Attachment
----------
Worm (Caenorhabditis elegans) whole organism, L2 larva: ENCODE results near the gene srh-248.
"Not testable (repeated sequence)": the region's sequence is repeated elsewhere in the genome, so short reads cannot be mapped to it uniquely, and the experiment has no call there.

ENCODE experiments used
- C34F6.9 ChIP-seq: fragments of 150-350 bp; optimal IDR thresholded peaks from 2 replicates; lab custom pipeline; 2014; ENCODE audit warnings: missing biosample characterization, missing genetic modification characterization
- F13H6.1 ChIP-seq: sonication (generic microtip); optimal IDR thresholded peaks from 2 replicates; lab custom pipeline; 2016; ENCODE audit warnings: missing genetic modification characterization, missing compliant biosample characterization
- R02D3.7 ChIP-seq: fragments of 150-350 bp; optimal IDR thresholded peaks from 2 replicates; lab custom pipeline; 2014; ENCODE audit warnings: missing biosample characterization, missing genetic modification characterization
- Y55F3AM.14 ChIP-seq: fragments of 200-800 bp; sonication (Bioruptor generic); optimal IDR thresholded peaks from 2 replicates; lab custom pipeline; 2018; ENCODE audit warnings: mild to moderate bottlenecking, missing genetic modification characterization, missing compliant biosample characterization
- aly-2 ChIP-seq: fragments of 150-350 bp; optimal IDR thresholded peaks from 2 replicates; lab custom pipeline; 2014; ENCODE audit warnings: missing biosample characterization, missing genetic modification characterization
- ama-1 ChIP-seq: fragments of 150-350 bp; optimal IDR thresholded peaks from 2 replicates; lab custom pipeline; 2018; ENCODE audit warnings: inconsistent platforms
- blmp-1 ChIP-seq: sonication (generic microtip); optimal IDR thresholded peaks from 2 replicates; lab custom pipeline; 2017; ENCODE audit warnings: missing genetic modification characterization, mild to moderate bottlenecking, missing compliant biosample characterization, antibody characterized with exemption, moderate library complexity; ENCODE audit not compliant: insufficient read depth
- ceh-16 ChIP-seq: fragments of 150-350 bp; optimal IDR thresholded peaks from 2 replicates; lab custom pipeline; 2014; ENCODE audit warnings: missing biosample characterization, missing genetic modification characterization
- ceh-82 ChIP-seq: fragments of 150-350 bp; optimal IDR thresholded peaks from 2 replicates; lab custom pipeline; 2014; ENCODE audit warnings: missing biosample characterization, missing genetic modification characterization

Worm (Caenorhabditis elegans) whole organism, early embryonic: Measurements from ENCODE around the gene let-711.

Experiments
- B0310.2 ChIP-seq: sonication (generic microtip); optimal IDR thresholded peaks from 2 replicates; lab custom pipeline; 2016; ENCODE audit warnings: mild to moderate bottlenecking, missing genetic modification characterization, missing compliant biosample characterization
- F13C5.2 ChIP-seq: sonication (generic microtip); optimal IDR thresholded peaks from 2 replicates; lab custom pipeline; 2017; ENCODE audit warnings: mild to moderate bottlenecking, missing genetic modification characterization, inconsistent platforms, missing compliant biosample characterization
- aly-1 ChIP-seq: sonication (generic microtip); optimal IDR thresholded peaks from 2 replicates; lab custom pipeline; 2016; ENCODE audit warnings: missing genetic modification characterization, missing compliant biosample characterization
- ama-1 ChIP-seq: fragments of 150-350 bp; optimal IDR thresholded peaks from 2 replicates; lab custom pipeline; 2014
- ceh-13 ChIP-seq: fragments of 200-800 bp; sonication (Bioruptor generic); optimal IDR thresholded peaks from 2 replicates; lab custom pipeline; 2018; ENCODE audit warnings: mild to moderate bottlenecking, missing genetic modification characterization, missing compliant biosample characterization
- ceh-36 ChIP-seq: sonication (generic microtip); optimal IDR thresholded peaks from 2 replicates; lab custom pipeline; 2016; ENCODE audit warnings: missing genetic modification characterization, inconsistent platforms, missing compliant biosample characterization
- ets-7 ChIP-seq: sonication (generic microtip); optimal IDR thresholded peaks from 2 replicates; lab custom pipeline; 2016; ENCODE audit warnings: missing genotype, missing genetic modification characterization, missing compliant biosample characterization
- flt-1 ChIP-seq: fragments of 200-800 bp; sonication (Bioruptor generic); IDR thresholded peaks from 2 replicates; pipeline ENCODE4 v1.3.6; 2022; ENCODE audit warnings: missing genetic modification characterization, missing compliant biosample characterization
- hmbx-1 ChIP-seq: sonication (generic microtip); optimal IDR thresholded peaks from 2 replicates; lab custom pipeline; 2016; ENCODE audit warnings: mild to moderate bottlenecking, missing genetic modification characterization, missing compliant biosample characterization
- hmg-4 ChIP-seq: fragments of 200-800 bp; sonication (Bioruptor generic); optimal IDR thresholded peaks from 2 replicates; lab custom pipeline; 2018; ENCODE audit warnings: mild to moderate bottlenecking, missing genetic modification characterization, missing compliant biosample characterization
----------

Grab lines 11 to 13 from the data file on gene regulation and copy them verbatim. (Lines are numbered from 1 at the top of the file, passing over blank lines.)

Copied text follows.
- ceh-16 ChIP-seq: fragments of 150-350 bp; optimal IDR thresholded peaks from 2 replicates; lab custom pipeline; 2014; ENCODE audit warnings: missing biosample characterization, missing genetic modification characterization
- ceh-82 ChIP-seq: fragments of 150-350 bp; optimal IDR thresholded peaks from 2 replicates; lab custom pipeline; 2014; ENCODE audit warnings: missing biosample characterization, missing genetic modification characterization

Worm (Caenorhabditis elegans) whole organism, early embryonic: Measurements from ENCODE around the gene let-711.